The endogenous hydrogen sulfide producing enzyme cystathionine-β synthase contributes to visceral hypersensitivity in a rat model of irritable bowel syndrome

Guang Yin Xu, John Winston, Mohan Shenoy, Shufang Zhou, Jiande D Z Chen, Pankai J. Pasricha

Research output: Contribution to journalArticle

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Abstract

Background: The pathogenesis of visceral hypersensitivity, a characteristic pathophysiological feature of irritable bowel syndrome (IBS), remains elusive. Recent studies suggest a role for hydrogen sulfide (H2S) in pain signaling but this has not been well studied in visceral models of hyperalgesia. We therefore determined the role for the endogenous H2S producing enzyme cystathionine-β-synthetase (CBS) in a validated rat model of IBS-like chronic visceral hyperalgesia (CVH). CVH was induced by colonic injection of 0.5% acetic acid (AA) in 10-day-old rats and experiments were performed at 8-10 weeks of age. Dorsal root ganglion (DRG) neurons innervating the colon were labeled by injection of DiI (1,1′-dioleyl-3,3,3′,3-tetramethylindocarbocyanine methanesulfonate) into the colon wall. Results: In rat DRG, CBS-immunoreactivity was observed in approximately 85% of predominantly small- and medium-sized neurons. Colon specific DRG neurons revealed by retrograde labeling DiI were all CBS-positive. CBS-positive colon neurons co-expressed TRPV1 or P2X3 receptors. Western blotting analysis showed that CBS expression was significantly increased in colon DRGs 8 weeks after neonatal AA-treatment. Furthermore, the CBS inhibitor hydroxylamine markedly attenuated the abdominal withdrawal reflex scores in response to colorectal distention in rats with CVH. By contrast, the H2S donor NaHS significantly enhanced the frequency of action potentials of colon specific DRG neurons evoked by 2 times rheobase electrical stimulation. Conclusion: Our results suggest that upregulation of CBS expression in colonic DRG neurons and H2S signaling may play an important role in developing CVH, thus identifying a specific neurobiological target for the treatment of CVH in functional bowel syndromes.

Original languageEnglish (US)
Article number44
JournalMolecular Pain
Volume5
DOIs
StatePublished - Aug 6 2009

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Cystathionine
Hydrogen Sulfide
Irritable Bowel Syndrome
Hyperalgesia
Spinal Ganglia
Hypersensitivity
Colon
Neurons
Enzymes
Acetic Acid
Abdominal Reflex
Purinergic P2X3 Receptors
Cystathionine beta-Synthase
Hydroxylamine
Injections
Diagnosis-Related Groups
Electric Stimulation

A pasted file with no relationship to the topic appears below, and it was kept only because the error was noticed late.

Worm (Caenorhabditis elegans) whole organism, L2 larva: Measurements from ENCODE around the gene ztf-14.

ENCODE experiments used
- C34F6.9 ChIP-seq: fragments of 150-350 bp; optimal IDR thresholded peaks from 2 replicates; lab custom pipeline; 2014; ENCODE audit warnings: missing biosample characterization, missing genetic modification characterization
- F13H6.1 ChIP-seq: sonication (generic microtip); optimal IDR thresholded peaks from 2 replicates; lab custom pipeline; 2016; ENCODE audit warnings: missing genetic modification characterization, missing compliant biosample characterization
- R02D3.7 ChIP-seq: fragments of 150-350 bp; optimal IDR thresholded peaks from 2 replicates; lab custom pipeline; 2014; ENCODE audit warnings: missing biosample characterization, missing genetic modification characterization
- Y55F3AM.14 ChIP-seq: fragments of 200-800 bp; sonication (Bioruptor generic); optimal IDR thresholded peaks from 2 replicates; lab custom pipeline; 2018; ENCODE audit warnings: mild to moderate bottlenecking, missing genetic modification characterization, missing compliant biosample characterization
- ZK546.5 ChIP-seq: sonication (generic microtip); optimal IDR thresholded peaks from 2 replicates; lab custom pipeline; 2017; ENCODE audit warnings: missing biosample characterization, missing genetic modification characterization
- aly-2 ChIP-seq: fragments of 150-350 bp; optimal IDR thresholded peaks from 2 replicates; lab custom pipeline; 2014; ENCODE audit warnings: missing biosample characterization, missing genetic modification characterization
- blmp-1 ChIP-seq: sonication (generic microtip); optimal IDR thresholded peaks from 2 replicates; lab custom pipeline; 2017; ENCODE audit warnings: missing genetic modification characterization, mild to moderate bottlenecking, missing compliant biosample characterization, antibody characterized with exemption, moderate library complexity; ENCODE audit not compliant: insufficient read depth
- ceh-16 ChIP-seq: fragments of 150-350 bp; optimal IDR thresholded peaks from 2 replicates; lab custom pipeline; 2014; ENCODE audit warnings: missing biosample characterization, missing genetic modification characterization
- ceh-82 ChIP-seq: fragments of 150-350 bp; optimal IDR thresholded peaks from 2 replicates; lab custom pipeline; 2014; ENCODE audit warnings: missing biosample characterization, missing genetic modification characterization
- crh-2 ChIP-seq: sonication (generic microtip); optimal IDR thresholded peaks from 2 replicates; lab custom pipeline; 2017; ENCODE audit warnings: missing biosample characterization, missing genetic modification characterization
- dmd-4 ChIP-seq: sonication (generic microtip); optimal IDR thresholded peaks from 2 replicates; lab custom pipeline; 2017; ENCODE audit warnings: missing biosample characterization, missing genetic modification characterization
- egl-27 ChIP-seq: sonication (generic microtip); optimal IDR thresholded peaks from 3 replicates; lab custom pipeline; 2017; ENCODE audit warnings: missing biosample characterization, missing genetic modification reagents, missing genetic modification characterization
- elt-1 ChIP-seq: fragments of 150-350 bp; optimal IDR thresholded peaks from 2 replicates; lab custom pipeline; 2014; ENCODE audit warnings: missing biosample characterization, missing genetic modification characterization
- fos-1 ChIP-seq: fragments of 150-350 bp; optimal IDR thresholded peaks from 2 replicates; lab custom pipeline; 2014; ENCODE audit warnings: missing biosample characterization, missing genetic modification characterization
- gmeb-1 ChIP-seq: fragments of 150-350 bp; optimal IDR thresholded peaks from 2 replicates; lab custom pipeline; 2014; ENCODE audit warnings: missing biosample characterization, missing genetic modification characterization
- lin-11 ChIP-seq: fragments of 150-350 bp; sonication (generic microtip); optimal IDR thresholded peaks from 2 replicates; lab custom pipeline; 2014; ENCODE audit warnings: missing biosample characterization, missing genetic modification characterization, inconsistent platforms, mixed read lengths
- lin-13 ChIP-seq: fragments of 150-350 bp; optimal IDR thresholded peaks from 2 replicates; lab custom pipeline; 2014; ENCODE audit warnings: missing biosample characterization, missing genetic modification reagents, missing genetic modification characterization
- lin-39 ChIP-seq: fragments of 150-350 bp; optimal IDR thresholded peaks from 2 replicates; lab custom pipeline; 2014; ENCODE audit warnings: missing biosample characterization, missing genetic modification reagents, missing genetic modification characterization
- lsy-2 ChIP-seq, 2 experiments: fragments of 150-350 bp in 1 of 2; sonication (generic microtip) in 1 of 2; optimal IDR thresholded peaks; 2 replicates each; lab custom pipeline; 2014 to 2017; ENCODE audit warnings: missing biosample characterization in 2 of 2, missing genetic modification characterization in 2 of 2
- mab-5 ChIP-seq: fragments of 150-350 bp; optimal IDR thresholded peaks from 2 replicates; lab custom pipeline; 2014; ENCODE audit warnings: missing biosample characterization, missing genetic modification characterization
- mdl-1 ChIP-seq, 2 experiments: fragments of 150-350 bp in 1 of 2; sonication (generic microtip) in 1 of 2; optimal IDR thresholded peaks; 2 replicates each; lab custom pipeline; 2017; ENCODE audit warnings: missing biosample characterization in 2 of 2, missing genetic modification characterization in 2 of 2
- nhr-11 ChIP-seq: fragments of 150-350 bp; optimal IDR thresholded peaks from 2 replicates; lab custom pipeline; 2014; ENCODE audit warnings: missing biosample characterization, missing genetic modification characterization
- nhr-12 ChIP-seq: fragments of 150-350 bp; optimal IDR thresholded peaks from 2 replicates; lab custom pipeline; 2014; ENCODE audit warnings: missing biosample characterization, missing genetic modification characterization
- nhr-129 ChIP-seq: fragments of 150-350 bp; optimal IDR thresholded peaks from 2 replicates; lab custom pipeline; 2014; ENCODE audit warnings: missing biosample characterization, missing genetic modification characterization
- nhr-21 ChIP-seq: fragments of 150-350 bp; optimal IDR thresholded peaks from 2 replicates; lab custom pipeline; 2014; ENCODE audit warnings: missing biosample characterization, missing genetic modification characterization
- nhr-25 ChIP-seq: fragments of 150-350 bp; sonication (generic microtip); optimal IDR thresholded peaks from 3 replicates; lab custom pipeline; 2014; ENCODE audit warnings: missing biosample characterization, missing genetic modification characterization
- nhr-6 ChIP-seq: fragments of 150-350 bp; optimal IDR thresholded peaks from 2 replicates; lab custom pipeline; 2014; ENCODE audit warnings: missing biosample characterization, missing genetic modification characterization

Action Potentials
Up-Regulation
Western Blotting

ASJC Scopus subject areas

  • Anesthesiology and Pain Medicine
  • Molecular Medicine
  • Cellular and Molecular Neuroscience

Cite this

The endogenous hydrogen sulfide producing enzyme cystathionine-β synthase contributes to visceral hypersensitivity in a rat model of irritable bowel syndrome. / Xu, Guang Yin; Winston, John; Shenoy, Mohan; Zhou, Shufang; Chen, Jiande D Z; Pasricha, Pankai J.

In: Molecular Pain, Vol. 5, 44, 06.08.2009.

Research output: Contribution to journalArticle

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abstract = "Background: The pathogenesis of visceral hypersensitivity, a characteristic pathophysiological feature of irritable bowel syndrome (IBS), remains elusive. Recent studies suggest a role for hydrogen sulfide (H2S) in pain signaling but this has not been well studied in visceral models of hyperalgesia. We therefore determined the role for the endogenous H2S producing enzyme cystathionine-β-synthetase (CBS) in a validated rat model of IBS-like chronic visceral hyperalgesia (CVH). CVH was induced by colonic injection of 0.5{\%} acetic acid (AA) in 10-day-old rats and experiments were performed at 8-10 weeks of age. Dorsal root ganglion (DRG) neurons innervating the colon were labeled by injection of DiI (1,1′-dioleyl-3,3,3′,3-tetramethylindocarbocyanine methanesulfonate) into the colon wall. Results: In rat DRG, CBS-immunoreactivity was observed in approximately 85{\%} of predominantly small- and medium-sized neurons. Colon specific DRG neurons revealed by retrograde labeling DiI were all CBS-positive. CBS-positive colon neurons co-expressed TRPV1 or P2X3 receptors. Western blotting analysis showed that CBS expression was significantly increased in colon DRGs 8 weeks after neonatal AA-treatment. Furthermore, the CBS inhibitor hydroxylamine markedly attenuated the abdominal withdrawal reflex scores in response to colorectal distention in rats with CVH. By contrast, the H2S donor NaHS significantly enhanced the frequency of action potentials of colon specific DRG neurons evoked by 2 times rheobase electrical stimulation. Conclusion: Our results suggest that upregulation of CBS expression in colonic DRG neurons and H2S signaling may play an important role in developing CVH, thus identifying a specific neurobiological target for the treatment of CVH in functional bowel syndromes.",
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